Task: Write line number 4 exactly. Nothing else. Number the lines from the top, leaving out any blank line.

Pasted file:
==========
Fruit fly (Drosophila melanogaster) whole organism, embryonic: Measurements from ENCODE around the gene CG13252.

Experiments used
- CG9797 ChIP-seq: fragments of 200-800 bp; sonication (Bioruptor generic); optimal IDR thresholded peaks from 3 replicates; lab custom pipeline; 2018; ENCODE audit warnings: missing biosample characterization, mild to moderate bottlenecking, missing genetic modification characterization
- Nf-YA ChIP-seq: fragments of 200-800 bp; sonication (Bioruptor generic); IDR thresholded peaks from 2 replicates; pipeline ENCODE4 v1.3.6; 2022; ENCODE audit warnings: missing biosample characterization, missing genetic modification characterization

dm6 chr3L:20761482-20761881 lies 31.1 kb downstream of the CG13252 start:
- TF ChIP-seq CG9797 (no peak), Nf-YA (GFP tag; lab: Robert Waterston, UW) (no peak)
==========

- Nf-YA ChIP-seq: fragments of 200-800 bp; sonication (Bioruptor generic); IDR thresholded peaks from 2 replicates; pipeline ENCODE4 v1.3.6; 2022; ENCODE audit warnings: missing biosample characterization, missing genetic modification characterization